Current trends in vehicle technology foresee a change in the transport system of the future. The expected spread of autonomous vehicles will create the opportunity to influence the transport system more effectively. Costs related to transport processes can be reduced, traffic is expected to become safer, and a number of research tasks have become and become necessary.
In the course of our work, we sought the answer to how to characterize and improve the flow and safety of vehicle processes in an autonomous transportation system. Considering the goals and tools of traffic management problem of autonomous transportation systems, we developed a time and space discrete, binary variable optimization model (Pauer & Török, 2021). The safety indicators and the effect of the graph structures of the environment on the relevant parameters were determined based on the developed model (Pauer & Török, 2022).
Thanks to the results of our research work, our colleague has received outstanding recognition. Gábor Pauer, a colleague of the Safety & Security Research Group of the Department of Automotive Technologies, won the BME e-grant for his outstanding achievements in the field of optimizing the transport processes of autonomous transport systems.
As the first step of the research, we developed an optimization model with which the occurred traffic demands can be realized by optimizing the load on the network through linearly representing the traffic management problem. In order to influence the transport needs at the strategic level, we implemented the integration of the toll structure assigned to the routes of the network into the model. We demonstrated the operation of the basic models on example networks, we also performed a sensitivity analysis, thus substantiating our further investigations.
The increasingly detailed resolution of space and time causes a significant increase in computational complexity during optimization. Increasing the resolution of the partition reduces the problem but, at the same time, reduces the efficiency of the optimization. Therefore, we have developed procedures to reduce the number of constraint expressions to reduce the model's runtime. The established procedures can exclude unnecessary and redundant constraints and examined locations that are certainly not relevant to the given trip (e.g., not available due to speed restrictions). We evaluated the individual and combined effects of the developed methods on example networks, also checking that the methods do not reduce the efficiency and reliability of the solution. Based on our results, the procedures reduce the computational complexity by up to 84–96%.
Using the presented model, we created a basis for traffic safety analyses in autonomous transport systems.
For this purpose, we defined indicators evaluating the safety of traffic flow. The developed indicators examine the number and distance of crossing vehicle movements and the values and homogeneity of individual and network speeds of vehicles. On the one hand, the indicators can be used to assess and rank the safety of the traffic distribution determined during the optimization. On the other hand, they provide an opportunity to examine the safety effects of different transport network structures or their interventions.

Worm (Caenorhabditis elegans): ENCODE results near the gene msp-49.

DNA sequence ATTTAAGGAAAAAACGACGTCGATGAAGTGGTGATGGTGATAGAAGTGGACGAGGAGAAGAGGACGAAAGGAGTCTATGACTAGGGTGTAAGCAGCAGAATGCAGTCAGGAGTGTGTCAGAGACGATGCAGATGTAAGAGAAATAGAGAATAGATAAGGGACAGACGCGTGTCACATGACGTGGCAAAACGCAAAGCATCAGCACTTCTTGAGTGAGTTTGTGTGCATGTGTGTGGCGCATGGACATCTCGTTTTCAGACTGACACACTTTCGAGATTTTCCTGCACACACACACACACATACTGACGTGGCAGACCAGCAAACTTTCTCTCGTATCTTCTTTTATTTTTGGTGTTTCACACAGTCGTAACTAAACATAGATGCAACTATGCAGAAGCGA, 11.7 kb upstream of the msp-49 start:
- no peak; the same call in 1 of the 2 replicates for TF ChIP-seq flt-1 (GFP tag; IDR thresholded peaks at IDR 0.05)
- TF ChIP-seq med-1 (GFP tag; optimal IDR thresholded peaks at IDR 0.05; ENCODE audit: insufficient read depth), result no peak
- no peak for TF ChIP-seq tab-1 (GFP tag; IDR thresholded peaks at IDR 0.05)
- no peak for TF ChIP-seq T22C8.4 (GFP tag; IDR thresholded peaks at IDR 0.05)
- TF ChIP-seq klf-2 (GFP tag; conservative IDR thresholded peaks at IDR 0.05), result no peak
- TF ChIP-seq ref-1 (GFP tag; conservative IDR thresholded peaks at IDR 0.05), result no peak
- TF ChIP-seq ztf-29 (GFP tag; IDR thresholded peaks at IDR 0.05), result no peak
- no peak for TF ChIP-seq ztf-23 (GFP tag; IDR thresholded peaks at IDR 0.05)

Beyond our ongoing efforts to improve the safety of highly automated vehicle systems, we also consider examining automotive security challenges a critical task.
In the field of automotive cybersecurity, our group has reached a significant milestone: we have completed the 1st phase of the IMP MASPOV project aimed at laying the methodological foundations of the National Automotive Cybersecurity Certification Centre.
Phase I of MAPSOV was also used to bring the planned collaborations to life. As a first step, we prepared for closer collaboration with the Karlsruhe Institute of Technology (KIT). We presented the results of Phase I and the research processes planned in Phase II to the Karlsruhe Institute of Technology (KIT), UTIMACO and the Ostbayerische Technische Hochschule Regensburg. Following the presentation, the partners expressed their interest in the project, and accordingly we launched the process of signing the joint MOU (Memorandum of Understanding). This process has already been completed for KIT and UTIMACO. In addition to the above, we continue the joint scientific work with the Fachhochschule Campus Wien (FHCW).
Furthermore, we developed special techniques based on both supervised and unsupervised learning methods to investigate the future research challenges in automotive security. In accordance with this, we indicated those most relevant fields which are expected to change vehicular security's future. Accordingly, our research study also supports automotive Original Equipment Manufacturers (OEMs) to identify the relevant development directions that can reduce critical vulnerabilities even in the earliest development phase. According to analysis, machine learning techniques and V2X related cybersecurity applications are expected to lead the automotive development efforts (Pethő, Török, & Szalay, 2021) in the future.
Pauer, G., & Török, Á. (2021). Binary integer modeling of the traffic flow optimization problem, in the case of an autonomous transportation system. Operations Research Letters, 49(1), 136-143.
Pauer, G., & Török, Á. (2022). Introducing a novel safety assessment method through the example of a reduced complexity binary integer autonomous transport model. Reliability Engineering & System Safety, 217, 108062.
Pethő, Z., Török, Á., & Szalay, Z. (2021). A survey of new orientations in the field of vehicular cybersecurity, applying artificial intelligence based methods. Transactions on Emerging Telecommunications Technologies, 32(10), e4325